Location Boosts Web Browser Appeal

Location Boosts Web Browser Appeal
Native Apps Challenged?
However, Bolstad accepts that developer attention remains – for now – firmly focused on native apps.

“I think we are at the stage right now where there is a lot of attention and buzz around native application development,” he said.

“It's still a fairly new phenomenon, with the iPhone and Apple's App Store, Google and a lot of device manufacturers such as Nokia and Samsung setting up app stores. They are trying to replicate what Apple did.”

Part of Apple's ability to attract developer interest goes beyond technical issues. Bolstad said the appeal of Apple's platform is that the whole infrastructure is set up.

“It's very straightforward to distribute an application because it's done through the App Store,” he said.

“Clearly Apple has been very successful with that model and it controls everything – the whole vertical stack there.

“There are number of others trying to replicate this and they are all trying to do exactly the same thing.”

But Bolstad said there are on-going efforts by the mobile operators to also do this on a browser-based application platform. This is largely through the Wholesale Application Community (WAC), a consortium consisting of all the mobile operators around the world.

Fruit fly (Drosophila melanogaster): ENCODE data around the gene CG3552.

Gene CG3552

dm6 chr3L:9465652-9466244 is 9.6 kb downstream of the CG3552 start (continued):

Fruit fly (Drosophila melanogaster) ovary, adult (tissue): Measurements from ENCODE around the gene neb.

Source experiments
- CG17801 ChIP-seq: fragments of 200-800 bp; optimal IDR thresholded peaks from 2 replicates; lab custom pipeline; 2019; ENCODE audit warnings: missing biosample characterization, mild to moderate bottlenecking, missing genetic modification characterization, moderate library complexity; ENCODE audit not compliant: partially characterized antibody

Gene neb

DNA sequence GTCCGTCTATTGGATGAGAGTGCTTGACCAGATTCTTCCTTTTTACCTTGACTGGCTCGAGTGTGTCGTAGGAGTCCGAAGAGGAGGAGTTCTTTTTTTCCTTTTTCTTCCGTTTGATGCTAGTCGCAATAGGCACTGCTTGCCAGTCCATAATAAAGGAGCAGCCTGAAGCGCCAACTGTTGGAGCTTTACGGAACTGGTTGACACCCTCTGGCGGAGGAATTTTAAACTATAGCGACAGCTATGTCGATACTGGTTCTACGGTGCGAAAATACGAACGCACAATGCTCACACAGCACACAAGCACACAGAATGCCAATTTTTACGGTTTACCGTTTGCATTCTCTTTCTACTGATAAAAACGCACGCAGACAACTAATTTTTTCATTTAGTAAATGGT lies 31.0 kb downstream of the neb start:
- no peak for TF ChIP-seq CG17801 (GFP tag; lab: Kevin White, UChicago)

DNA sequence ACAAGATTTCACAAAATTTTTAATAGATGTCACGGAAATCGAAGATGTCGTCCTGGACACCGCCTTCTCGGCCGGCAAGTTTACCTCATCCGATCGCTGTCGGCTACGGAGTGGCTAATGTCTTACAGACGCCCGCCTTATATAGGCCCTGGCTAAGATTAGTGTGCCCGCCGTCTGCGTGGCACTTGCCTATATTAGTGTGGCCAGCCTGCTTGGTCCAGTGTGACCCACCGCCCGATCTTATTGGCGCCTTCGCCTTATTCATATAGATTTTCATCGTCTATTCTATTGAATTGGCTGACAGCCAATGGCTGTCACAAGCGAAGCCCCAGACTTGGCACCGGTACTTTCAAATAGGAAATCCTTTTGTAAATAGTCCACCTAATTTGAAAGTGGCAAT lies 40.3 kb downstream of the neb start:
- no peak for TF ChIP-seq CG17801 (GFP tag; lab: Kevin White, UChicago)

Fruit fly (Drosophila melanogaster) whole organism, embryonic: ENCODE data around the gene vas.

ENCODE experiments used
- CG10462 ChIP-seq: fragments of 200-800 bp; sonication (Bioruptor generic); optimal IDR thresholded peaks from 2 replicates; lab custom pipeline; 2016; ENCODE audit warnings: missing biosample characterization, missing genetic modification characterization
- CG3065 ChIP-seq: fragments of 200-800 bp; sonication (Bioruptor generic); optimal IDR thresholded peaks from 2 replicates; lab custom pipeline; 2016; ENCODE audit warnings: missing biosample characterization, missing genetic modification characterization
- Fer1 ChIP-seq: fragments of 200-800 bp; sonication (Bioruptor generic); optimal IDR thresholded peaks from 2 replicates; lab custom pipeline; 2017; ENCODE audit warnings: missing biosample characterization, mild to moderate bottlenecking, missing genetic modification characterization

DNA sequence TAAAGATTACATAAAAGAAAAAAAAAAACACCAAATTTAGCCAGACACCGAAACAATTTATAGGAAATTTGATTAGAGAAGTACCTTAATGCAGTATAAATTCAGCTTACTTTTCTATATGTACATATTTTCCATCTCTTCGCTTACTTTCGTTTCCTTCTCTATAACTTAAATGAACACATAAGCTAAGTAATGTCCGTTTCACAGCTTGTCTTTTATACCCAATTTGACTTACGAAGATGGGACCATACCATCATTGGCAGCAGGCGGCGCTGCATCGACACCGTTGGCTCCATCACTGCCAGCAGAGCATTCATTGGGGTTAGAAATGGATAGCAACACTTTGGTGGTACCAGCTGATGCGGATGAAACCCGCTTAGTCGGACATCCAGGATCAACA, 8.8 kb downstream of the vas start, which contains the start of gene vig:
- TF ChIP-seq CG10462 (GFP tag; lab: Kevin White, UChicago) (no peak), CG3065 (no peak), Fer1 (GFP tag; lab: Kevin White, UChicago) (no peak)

“So I think we are at the stage now where there's a clear majority on native application development compared to the few on web application development,” he said. “There's a lot of interesting things happening in the mobile operator space right now so I expect that to change over time.”

Location Boosts Web Browser Appeal
Trend Towards Web
Bolstad said browser vendors are also constantly adding features to the browser platform in order to make it more capable in terms of what applications can be run.

He said it's a clear trend on the desktop side: “The bulk of software development these days is web-based.

“That's a very clear trend that we have seen for a number of years and I certainly expect that trend to spill over into mobile.”

Bolstad equated the state of the software business in mobile to where the desktop was 10 years ago. He said that over the last decade there has been a massive migration towards web-based and browser-based application development.

“We shall certainly see that on the mobile platforms as well. There are some clear advantages to developing a web application,” he said.

“There's a fairly high level of interoperability between the browsers and you should expect your application to work across a number of devices if you write a web application, as opposed to a native application where you have to start from scratch for each new platform.”

On a technical level, Bolstad said a lot of native apps could just as well have been implemented as websites.

He said another essential issue is that many native apps don't generate revenue for their developers. “It's a bit of a fad right now, the whole applications and app distribution model,” he said.

“But it's actually a very low percentage of the developers who make money from it.”

Bolstad said the business case is still unproven for the majority of developers. He said Apple has gone ahead and introduced a fairly restrictive (approvals) policy.

“That has pushed away a lot of developers who resent that and there are whole categories of apps that are not approved by Apple because of their policy.

“Clearly if you develop a website you don't have to ask anyone's approval.”


Wednesday, September 15th 2010
David Montgomery

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